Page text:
The thing about contributing to Servo is that you keep learning new things about the Web platform. Personally, I had never used messaging on the web when developing web applications, and I find it a fascinating idea.
Web-messaging enables developers to provide cross-site API’s without having to go through a server, all the while leveraging the client-side security model of the Web. And since it happens on the client, it could be more transparent to the end-user, and probably easier to block if necessary.
Implementing message-ports also raises interesting architectural questions. In an earlier Web(like, in 2017), an API like message-ports could have been implemented with some sort of cross-thread communication. In 2019 however, it’s going to have to go across process. Why? Something known as “Spectre”.
At Meili, we needed a tool that allows us to monitor our pods, we already have vigil which health checks our front page and backend, but the number of these services is limited. We do not pop new front or backend servers dynamically (for now). When we create new search engines for the user we instanciate a kubernetes pod, we need to monitor the health of this service. Adding each of those URLs by hand in the vigil config file is not a solution.
So we decided that we needed a simple tool, a tool that can accept HTTP requests to register/unregister URLs to health check. We use the new async/await Rust syntax along with tide for the http server, no big deal here.
I wrote a basic search module that you can add to your static website. It's very lightweight (around 50kB-100kB gzipped), should work with Hugo, Zola, and Jekyll. Only searching entire words is supported. Try the search box on the left side for a demo. The code is on Github.
So… You want to write an HTTP server. Well, you’re in luck, The Internet Engineering Task Force (IETF) is here to help us. Whenever they’re not fighting with fiber cables (at least that’s what I imagine they do), they are writing useful specifications for us! Well, first you prepare yourself a big pot of coffee. Once you’re appropriately caffeinated, you read the 57897 word RFC 2616 specification, written by none other, than the IETF. Exciting.
I am pleased to finally announce a crate that I have been working very hard on for the past few months. tonic has finally hit the initial 0.1.0-alpha.1 release! Stable releases will follow in the coming months. Tonic is a gRPC-over-HTTP/2 implementation focused on high performance, interoperability, and flexibility. This library was created to have first class support of async/await and to act as a core building block for production systems written in Rust.
I recently had to create a simple webapplication for a project i was working on. Luckily i was free to choose the technology for that task so i decided that it was great oportunity to try out how applicable is Rust for web development. There is already a bunch of mature web servers available such as Rocket or Actix. However as far as i can tell Yew is the only actual framework that allows you to create the frontend application.
Over the summer, I prototyped a bunch of web apps whose ideas had been floating in my mind for a long time. I spent quite a bit of time learning about REST APIs and, as part of these exercises, implemented skeletons of REST servers in both Go and Rust. The app prototypes have gone nowhere but I thought of sharing the skeletons I built if only to serve as templates for myself in future work. Thus, in this post, I will cover these skeleton demos and I will compare them.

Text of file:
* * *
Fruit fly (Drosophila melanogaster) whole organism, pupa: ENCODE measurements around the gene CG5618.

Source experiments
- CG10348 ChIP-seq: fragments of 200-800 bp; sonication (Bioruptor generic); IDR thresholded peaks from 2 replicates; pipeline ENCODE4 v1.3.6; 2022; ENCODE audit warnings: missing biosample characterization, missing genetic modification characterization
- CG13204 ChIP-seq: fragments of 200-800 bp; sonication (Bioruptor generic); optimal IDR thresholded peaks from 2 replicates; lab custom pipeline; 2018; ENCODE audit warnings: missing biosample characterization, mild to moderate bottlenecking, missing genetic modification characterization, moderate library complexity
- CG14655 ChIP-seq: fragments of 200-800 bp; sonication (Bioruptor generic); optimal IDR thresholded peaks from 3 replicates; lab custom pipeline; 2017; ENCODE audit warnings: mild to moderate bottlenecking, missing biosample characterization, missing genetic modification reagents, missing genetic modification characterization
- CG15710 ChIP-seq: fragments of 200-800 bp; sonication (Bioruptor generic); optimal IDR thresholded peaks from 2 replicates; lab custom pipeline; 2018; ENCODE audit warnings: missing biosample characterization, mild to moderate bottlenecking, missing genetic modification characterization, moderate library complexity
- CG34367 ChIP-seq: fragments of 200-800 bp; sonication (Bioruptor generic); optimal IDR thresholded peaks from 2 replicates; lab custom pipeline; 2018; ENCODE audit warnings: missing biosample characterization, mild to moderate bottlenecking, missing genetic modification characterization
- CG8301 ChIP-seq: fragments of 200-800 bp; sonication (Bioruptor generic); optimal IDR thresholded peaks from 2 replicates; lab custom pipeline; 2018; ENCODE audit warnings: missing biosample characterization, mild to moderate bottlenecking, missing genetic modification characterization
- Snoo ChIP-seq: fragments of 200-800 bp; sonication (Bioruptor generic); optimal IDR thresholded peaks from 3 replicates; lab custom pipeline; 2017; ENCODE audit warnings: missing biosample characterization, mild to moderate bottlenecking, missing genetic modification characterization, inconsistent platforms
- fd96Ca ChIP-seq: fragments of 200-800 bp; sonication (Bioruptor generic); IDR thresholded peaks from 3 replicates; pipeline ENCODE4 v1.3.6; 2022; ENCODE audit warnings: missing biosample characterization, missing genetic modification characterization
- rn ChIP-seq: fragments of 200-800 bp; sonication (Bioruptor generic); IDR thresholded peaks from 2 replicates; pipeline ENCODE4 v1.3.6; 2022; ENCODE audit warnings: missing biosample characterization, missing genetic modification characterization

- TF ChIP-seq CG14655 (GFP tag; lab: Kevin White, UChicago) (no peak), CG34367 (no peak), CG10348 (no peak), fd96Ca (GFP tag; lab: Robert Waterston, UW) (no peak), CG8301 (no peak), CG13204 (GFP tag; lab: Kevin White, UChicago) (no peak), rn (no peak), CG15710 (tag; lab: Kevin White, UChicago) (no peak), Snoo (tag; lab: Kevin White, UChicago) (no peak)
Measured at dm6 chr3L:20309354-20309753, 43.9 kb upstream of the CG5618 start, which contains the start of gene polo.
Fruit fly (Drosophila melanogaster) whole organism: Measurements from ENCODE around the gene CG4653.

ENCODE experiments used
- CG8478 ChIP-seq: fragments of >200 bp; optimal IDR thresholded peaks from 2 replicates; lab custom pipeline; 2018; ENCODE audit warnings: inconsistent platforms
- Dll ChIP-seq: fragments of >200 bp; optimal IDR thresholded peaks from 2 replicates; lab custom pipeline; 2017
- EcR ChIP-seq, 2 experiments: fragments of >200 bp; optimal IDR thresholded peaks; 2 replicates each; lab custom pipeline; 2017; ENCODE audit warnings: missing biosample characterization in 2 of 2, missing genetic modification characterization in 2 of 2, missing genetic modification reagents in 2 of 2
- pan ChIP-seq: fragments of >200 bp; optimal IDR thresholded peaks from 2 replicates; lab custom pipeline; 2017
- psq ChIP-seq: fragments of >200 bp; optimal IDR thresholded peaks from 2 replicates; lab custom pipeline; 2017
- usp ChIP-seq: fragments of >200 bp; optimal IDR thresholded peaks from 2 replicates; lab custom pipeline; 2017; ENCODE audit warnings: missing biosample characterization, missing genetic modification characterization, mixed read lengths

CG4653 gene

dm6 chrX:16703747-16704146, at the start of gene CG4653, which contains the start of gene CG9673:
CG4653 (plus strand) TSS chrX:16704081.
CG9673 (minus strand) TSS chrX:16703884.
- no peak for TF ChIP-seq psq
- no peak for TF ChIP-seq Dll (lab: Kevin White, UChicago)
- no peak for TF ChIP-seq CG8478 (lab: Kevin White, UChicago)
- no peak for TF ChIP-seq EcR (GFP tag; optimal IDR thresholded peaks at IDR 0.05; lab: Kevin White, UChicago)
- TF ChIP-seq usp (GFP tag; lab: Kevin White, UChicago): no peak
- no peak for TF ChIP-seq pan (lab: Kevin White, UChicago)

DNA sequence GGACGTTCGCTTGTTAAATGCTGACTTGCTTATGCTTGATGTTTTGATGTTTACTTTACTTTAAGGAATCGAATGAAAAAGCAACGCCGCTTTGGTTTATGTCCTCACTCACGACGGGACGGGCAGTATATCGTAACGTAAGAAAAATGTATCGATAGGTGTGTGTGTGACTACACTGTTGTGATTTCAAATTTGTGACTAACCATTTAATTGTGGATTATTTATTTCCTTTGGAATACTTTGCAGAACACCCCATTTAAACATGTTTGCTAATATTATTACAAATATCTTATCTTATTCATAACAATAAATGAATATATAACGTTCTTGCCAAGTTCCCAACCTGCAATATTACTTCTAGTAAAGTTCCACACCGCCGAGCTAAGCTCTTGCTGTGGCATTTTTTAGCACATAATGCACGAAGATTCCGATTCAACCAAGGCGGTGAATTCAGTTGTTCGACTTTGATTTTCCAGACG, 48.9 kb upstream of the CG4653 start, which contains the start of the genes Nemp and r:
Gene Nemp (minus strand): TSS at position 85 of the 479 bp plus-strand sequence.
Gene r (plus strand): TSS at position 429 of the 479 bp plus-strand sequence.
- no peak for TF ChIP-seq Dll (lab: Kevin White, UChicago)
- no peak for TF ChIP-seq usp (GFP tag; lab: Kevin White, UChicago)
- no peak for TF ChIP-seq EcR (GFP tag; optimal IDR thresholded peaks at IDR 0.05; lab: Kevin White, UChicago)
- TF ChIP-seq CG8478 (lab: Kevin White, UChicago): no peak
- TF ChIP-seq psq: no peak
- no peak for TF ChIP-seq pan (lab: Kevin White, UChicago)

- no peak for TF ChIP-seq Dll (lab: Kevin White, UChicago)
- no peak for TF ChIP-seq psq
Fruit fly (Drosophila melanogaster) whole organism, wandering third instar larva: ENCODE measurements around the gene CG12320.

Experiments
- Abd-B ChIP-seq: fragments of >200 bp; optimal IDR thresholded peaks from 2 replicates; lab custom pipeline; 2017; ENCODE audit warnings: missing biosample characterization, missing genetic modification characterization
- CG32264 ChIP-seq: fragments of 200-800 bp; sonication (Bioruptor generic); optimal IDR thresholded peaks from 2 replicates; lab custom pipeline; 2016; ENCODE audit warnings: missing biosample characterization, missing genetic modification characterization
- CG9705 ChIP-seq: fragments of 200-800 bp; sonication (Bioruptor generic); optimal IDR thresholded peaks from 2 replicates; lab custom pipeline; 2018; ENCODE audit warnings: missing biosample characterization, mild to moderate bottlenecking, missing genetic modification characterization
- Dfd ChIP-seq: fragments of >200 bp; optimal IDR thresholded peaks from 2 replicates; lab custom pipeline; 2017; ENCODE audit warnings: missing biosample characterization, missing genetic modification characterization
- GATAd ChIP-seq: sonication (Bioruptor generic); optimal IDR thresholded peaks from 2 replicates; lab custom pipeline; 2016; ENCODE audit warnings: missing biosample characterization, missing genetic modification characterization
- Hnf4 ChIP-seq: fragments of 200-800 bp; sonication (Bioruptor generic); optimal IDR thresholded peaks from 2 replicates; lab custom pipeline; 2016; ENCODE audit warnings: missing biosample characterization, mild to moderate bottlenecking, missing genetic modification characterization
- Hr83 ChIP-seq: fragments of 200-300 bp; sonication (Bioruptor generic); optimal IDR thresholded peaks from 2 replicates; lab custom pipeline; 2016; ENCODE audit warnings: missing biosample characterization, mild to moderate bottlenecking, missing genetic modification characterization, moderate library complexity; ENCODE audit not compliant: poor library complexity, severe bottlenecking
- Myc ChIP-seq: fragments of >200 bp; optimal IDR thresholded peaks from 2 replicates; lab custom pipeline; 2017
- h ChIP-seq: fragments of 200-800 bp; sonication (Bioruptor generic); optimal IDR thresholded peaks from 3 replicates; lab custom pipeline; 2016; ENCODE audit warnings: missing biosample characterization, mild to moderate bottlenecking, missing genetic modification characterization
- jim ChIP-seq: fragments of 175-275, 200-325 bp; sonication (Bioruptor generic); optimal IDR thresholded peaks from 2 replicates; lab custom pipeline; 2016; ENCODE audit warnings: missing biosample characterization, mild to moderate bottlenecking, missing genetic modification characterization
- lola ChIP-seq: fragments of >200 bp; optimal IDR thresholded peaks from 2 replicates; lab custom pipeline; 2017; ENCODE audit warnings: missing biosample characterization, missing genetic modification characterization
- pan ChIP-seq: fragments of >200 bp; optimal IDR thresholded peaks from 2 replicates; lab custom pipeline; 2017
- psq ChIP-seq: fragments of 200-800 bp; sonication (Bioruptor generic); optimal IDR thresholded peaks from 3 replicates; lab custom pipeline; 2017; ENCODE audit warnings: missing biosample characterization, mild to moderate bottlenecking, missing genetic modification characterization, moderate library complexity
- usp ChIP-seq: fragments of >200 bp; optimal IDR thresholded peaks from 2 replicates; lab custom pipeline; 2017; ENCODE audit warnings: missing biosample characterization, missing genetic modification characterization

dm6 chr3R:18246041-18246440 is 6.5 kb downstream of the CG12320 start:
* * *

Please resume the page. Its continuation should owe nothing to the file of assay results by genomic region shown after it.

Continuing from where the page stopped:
JS/TS is killing me. Now that I use Rust everyday, I have to try Yew, a front framework for Rust to create WASM apps, I spotted it long time ago but it wasn’t mature enough for my use case… guess what — now is the time ! The project is still alive and well! Rust fullstack dev it is.
This is a quick & dirty guide to building a web app using an all-rust stack: Diesel as an ORM, Rocket as a web framework, and Seed for the [WebAssembly] frontend. Read this book to learn how to quickly throw together a prototype application, all with your favorite programming language.
It is already possible to run WebAssembly inside C, C++, PHP, Python, Ruby, Go, C#, R. Now it is time to run WebAssembly inside Postgres.
In the previous post How to use a modal in Rust, we learnt how to write a simple image modal with Rust frontend. We could find that we can build components visible only in specific conditions. In this post, we will learn how to use routers in Rust frontend with Yew. You will find that it is easy with an example.
As you might have heard, async/await is coming to Rust soon. This is a big deal. Rust has already has popular crates (tokio, actix) that provide asynchronous concurrency, but the async syntax coming to stable in 1.39 is much, much more approachable. My experience has been that you can produce and reason about application flow much more easily, which has made me significantly more productive when dealing with highly concurrent systems. To kick the tires of this new syntax I dug into the nightly branch, and built a high-performance TCP client called clobber. In this post I'll talk about why I think async/await in Rust is a big deal, and walk you some of the code in clobber.
Build a basic chat app with the Rust Programming Language.
I start to get sessions working by POSTs OAuth requests to an API endpoint and create accounts using Diesel to talk to the database.
Playing around with Rust+WebAssembly and wrote a little crate to perform Levenberg-Marquardt fits. Brief comparison of SciPy & Rust fitting.